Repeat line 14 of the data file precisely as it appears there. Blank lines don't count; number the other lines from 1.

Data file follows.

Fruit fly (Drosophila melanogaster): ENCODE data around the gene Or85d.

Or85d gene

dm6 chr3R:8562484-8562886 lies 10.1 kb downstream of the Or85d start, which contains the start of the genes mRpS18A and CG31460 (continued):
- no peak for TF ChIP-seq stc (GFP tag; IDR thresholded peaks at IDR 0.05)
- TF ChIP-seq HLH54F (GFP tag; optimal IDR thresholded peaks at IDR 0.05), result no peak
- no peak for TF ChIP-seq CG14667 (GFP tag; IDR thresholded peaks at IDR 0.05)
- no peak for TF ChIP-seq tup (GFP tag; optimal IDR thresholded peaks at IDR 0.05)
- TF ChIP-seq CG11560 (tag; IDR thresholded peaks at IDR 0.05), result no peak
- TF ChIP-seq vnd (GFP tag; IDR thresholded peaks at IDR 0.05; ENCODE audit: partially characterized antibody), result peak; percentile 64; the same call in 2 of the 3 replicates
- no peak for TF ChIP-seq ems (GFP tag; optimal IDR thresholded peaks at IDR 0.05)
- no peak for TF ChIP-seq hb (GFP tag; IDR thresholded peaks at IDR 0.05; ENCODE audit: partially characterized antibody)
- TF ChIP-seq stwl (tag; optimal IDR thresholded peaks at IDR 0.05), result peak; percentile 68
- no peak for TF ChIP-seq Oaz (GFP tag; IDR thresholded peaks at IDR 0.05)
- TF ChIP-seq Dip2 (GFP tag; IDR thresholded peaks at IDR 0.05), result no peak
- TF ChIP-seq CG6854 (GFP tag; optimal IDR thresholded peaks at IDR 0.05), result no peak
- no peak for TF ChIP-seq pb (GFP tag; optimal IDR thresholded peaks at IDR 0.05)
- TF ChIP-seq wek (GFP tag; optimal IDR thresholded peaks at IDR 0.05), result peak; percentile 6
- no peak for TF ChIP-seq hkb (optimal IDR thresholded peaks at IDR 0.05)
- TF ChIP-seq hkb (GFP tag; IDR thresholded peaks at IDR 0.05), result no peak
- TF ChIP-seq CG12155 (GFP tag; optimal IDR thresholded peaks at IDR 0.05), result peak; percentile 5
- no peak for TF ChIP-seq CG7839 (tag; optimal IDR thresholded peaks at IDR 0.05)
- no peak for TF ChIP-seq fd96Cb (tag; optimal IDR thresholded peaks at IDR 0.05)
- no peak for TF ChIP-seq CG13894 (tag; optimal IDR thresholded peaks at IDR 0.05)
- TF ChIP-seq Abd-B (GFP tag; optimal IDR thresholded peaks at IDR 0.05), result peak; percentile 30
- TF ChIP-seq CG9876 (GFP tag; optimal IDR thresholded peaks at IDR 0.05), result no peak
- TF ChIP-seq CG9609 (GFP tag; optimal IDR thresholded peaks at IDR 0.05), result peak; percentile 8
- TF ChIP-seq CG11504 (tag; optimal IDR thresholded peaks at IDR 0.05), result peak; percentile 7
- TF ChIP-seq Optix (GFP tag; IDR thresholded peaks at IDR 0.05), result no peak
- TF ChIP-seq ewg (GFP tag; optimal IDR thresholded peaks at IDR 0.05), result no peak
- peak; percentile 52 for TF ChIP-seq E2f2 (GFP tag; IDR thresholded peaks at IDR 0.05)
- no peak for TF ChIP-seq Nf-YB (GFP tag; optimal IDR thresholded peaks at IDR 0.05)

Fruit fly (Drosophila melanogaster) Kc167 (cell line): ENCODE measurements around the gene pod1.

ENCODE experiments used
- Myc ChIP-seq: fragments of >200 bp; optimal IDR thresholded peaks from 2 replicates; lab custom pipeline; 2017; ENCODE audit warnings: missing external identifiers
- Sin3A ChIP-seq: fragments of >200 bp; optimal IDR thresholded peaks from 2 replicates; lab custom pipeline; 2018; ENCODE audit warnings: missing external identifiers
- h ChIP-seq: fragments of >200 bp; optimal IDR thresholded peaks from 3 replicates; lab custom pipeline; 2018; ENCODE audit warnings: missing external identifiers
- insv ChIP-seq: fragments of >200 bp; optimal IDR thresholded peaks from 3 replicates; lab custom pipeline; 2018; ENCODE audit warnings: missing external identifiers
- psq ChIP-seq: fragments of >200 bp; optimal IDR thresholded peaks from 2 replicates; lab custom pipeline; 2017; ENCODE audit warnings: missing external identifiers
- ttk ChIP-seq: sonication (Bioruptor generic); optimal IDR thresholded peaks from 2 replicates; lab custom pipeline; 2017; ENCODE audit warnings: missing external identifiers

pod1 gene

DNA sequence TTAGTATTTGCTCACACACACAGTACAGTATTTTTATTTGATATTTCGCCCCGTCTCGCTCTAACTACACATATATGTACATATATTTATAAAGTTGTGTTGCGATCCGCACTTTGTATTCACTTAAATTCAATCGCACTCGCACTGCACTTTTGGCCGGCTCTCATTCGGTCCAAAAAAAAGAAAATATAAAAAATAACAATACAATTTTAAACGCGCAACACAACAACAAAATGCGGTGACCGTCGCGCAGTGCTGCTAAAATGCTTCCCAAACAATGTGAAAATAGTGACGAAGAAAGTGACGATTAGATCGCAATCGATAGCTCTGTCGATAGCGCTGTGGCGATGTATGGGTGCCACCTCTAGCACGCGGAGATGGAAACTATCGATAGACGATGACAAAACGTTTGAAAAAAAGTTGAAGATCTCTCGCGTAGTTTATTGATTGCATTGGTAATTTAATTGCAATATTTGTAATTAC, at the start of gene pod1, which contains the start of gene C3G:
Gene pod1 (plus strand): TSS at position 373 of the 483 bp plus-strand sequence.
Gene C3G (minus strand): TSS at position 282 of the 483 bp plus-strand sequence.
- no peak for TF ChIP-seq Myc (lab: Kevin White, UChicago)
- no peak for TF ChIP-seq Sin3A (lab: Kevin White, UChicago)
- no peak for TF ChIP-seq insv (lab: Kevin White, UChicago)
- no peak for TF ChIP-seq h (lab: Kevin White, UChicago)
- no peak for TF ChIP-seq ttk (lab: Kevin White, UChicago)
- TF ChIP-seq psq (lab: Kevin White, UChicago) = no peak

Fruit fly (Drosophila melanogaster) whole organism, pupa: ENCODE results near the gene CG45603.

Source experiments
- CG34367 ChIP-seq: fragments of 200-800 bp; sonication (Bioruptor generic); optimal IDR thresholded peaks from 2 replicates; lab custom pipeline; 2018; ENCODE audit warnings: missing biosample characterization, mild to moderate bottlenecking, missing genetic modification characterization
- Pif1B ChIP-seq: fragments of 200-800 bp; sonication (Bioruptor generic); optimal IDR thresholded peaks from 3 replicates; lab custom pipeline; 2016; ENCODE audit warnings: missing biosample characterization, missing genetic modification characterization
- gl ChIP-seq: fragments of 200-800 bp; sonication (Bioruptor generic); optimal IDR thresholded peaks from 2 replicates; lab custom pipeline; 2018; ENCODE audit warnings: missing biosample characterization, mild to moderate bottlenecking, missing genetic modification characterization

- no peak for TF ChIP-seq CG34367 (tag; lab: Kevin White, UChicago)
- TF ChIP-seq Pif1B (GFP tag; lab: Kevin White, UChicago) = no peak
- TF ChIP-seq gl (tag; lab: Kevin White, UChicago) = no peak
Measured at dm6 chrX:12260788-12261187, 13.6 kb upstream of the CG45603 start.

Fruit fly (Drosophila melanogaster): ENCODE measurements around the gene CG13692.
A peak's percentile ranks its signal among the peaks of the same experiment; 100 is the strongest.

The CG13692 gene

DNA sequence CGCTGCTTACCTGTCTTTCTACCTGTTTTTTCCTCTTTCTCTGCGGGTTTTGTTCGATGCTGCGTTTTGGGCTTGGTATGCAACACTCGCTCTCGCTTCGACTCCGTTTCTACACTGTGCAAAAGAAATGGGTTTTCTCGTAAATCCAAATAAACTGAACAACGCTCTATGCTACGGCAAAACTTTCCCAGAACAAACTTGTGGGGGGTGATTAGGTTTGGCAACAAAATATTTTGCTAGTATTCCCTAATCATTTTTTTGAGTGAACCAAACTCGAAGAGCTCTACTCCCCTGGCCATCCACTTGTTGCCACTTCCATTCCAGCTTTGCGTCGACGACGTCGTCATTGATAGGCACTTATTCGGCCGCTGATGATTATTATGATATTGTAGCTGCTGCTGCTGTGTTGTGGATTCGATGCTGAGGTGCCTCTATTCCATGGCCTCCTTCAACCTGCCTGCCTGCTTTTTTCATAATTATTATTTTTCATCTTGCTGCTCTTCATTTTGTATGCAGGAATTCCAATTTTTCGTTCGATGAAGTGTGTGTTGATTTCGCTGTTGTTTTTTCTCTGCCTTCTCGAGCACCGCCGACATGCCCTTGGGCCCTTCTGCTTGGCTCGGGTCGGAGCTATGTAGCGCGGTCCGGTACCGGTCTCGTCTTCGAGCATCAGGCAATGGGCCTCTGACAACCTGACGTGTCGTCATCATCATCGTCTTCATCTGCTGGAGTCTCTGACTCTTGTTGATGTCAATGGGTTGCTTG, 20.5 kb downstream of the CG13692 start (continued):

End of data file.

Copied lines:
- TF ChIP-seq Dip2 (GFP tag; IDR thresholded peaks at IDR 0.05), result no peak